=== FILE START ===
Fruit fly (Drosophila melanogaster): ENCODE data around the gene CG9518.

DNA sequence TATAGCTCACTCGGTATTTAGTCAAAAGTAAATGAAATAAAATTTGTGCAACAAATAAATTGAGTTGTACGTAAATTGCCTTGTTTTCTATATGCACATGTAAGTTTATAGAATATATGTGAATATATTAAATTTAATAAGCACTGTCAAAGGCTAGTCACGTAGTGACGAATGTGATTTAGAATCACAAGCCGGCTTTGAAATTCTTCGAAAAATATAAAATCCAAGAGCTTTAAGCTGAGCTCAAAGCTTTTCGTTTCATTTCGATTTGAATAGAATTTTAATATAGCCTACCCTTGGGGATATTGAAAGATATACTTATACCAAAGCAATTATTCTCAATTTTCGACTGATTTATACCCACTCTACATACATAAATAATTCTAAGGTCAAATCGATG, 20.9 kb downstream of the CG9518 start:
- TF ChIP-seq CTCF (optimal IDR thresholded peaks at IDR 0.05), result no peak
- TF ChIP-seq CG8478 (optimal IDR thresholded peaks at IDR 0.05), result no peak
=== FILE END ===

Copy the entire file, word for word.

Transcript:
Fruit fly (Drosophila melanogaster): ENCODE data around the gene CG9518.

DNA sequence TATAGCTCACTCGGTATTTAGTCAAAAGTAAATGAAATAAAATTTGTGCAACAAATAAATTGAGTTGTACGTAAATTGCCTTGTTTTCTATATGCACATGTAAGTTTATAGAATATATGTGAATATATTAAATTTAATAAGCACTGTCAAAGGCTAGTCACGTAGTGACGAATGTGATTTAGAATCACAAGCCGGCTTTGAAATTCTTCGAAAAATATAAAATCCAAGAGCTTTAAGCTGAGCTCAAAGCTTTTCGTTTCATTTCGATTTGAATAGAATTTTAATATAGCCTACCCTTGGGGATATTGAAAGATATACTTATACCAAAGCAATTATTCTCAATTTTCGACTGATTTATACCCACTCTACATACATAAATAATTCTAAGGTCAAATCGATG, 20.9 kb downstream of the CG9518 start:
- TF ChIP-seq CTCF (optimal IDR thresholded peaks at IDR 0.05), result no peak
- TF ChIP-seq CG8478 (optimal IDR thresholded peaks at IDR 0.05), result no peak